Just wonder, does TEY apply if there's no state or local income tax, but there's a state dividends and interest tax?

Say that tax is 5%. Would the formula be: yield / 0.95 to calculate TEY?

So, a 2-year Treasury yields 2.88%. Would the TEY be 2.88 / 0.95 = 3.032%?

(Edit: fixed typo.)
Last edited by Happy2BeFree on Sun Oct 21, 2018 8:21 pm, edited 2 times in total.

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Re: 2-year CDs at Vanguard and Fidelity Today

Post by Kevin M » Sun Oct 21, 2018 6:19 pm

Happy2BeFree wrote:
Sun Oct 21, 2018 1:29 pm
Kevin, first, thanks so much for sharing your in-depth knowledge on this forum and your blog. I've learned a ton from you and appreciate your time and efforts on our behalf.

Just wonder, does TEY apply if there's no state or local income tax, but there's a state dividends and interest tax?

Say that tax is 5%. Would the formula be: yield / 0.95 to calculate TEY?

So, a 2-year treasury yields 2.88%. Would the TEY be 2.88 / 0.95 = 3.032%?
Thanks for the nice feedback!

If you pay the state interest tax on whatever you're comparing the Treasury to, say a CD, but you do not pay it on Treasury interest, then yes, you would calculate a TEY to compare to the CD interest rate.

If you don't get a deduction on federal schedule A for the state interest tax, then the TEY formula is

TEY = y * (1-f) / (1-f-s)

So a bit more complicated than your formula. So if comparing Treasury yield of 2.88% to a CD rate of 3% with federal and state (interest) marginal tax rates of 22% and 5%,

TEY = 2.88% * (1-22%) / (1 - 22% - 5%) = 3.08%

So the Treasury would have a slightly higher TEY than the CD, and would be a better deal, especially considering much better liquidity for the Treasury.

Kevin
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Re: 2-year CDs at Vanguard and Fidelity Today

Post by Happy2BeFree » Sun Oct 21, 2018 8:20 pm

Kevin M wrote:
Sun Oct 21, 2018 6:19 pm
Happy2BeFree wrote:
Sun Oct 21, 2018 1:29 pm
Kevin, first, thanks so much for sharing your in-depth knowledge on this forum and your blog. I've learned a ton from you and appreciate your time and efforts on our behalf.

Just wonder, does TEY apply if there's no state or local income tax, but there's a state dividends and interest tax?

Say that tax is 5%. Would the formula be: yield / 0.95 to calculate TEY?

So, a 2-year Treasury yields 2.88%. Would the TEY be 2.88 / 0.95 = 3.032%?
Thanks for the nice feedback!

If you pay the state interest tax on whatever you're comparing the Treasury to, say a CD, but you do not pay it on Treasury interest, then yes, you would calculate a TEY to compare to the CD interest rate.

If you don't get a deduction on federal schedule A for the state interest tax, then the TEY formula is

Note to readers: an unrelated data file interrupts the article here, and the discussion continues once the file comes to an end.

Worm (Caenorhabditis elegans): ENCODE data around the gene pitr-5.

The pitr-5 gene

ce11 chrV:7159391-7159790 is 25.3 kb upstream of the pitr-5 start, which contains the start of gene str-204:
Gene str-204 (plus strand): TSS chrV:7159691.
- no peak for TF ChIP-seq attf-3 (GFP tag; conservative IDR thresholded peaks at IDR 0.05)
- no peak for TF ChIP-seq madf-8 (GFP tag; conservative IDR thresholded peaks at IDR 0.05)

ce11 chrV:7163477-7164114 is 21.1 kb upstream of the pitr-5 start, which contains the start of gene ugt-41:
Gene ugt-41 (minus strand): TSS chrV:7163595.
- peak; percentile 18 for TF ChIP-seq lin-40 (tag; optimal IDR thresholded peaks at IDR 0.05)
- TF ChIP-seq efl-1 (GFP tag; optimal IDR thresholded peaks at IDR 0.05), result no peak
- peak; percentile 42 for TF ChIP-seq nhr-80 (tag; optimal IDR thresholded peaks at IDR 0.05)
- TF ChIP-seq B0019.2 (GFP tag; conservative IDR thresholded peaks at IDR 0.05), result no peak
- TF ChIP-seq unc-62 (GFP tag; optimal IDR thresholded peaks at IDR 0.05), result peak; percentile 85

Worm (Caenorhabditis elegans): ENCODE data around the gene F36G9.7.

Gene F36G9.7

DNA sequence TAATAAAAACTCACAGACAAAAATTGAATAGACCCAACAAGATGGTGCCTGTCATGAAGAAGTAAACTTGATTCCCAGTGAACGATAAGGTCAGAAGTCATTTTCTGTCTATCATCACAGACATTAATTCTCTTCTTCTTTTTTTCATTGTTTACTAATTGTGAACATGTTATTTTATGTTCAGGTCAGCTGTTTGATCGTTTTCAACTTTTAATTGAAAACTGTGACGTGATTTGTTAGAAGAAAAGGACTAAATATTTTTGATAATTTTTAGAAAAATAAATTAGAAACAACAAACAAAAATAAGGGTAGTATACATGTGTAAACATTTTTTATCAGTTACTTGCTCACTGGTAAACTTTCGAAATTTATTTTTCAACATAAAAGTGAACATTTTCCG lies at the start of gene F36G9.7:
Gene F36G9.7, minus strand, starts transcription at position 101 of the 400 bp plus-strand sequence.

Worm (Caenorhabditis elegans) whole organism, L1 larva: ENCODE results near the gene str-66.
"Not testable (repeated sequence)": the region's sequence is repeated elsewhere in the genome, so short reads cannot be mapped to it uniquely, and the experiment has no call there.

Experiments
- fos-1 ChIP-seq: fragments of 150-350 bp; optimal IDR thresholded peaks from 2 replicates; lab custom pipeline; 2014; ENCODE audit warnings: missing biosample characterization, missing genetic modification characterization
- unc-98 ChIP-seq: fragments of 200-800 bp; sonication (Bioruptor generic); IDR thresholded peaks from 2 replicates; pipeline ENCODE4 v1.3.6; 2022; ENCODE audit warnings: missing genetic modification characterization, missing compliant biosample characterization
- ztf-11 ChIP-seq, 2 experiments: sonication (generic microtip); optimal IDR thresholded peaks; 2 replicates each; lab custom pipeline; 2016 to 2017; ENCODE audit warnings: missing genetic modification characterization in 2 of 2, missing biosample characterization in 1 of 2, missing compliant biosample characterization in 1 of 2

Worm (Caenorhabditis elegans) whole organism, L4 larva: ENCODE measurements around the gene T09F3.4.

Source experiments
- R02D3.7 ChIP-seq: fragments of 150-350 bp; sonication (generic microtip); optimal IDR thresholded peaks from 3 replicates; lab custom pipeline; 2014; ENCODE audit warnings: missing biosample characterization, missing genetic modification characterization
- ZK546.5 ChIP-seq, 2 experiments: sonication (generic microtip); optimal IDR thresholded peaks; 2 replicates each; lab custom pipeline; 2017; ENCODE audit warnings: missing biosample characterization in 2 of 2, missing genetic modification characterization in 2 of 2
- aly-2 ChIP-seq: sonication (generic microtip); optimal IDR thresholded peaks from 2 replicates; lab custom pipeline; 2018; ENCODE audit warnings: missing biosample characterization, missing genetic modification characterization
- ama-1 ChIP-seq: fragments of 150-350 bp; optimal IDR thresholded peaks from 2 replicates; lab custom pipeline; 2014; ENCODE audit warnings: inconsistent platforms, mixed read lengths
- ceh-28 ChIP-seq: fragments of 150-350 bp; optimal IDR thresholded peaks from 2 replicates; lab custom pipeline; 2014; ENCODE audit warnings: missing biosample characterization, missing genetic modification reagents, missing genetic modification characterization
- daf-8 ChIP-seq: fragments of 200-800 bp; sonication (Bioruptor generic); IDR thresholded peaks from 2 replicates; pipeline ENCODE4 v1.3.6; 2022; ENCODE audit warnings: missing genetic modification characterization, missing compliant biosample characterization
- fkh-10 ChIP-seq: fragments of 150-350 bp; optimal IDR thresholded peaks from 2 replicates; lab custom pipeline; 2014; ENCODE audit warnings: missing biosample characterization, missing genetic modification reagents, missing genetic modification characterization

TEY = y * (1-f) / (1-f-s)

So a bit more complicated than your formula. So if comparing Treasury yield of 2.88% to a CD rate of 3% with federal and state (interest) marginal tax rates of 22% and 5%,

TEY = 2.88% * (1-22%) / (1 - 22% - 5%) = 3.08%

So the Treasury would have a slightly higher TEY than the CD, and would be a better deal, especially considering much better liquidity for the Treasury.

Kevin
Thanks so much, Kevin! I do pay state div/int tax on CDs, but I'm assuming I wouldn't pay it on Treasuries. I better find out for sure.

I've never bought individual Treasuries before, but have several large PenFed CDs maturing in Dec./Jan. and wondered if would be a better deal to buy Treasuries instead of CDs. My federal marginal tax rate is 12%, I believe, so with your formula:

TEY = 2.88% x (1-12%) / (1-12%-5%) = 2.88 x 0.88 / 0.83 = 3.053%

Do you have advice for the novice as to whether Treasuries or brokered CDs (at VG) are easier to buy and ladder? I prefer direct CDs, but am trying to consolidate at VG.

Again, many thanks for your help! :beer

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Re: 2-year CDs at Vanguard and Fidelity Today

Post by Kevin M » Mon Oct 22, 2018 2:24 pm

Happy2BeFree wrote:
Sun Oct 21, 2018 8:20 pm
Thanks so much, Kevin! I do pay state div/int tax on CDs, but I'm assuming I wouldn't pay it on Treasuries. I better find out for sure.

I've never bought individual Treasuries before, but have several large PenFed CDs maturing in Dec./Jan. and wondered if would be a better deal to buy Treasuries instead of CDs. My federal marginal tax rate is 12%, I believe, so with your formula:

TEY = 2.88% x (1-12%) / (1-12%-5%) = 2.88 x 0.88 / 0.83 = 3.053%

Do you have advice for the novice as to whether Treasuries or brokered CDs (at VG) are easier to buy and ladder? I prefer direct CDs, but am trying to consolidate at VG.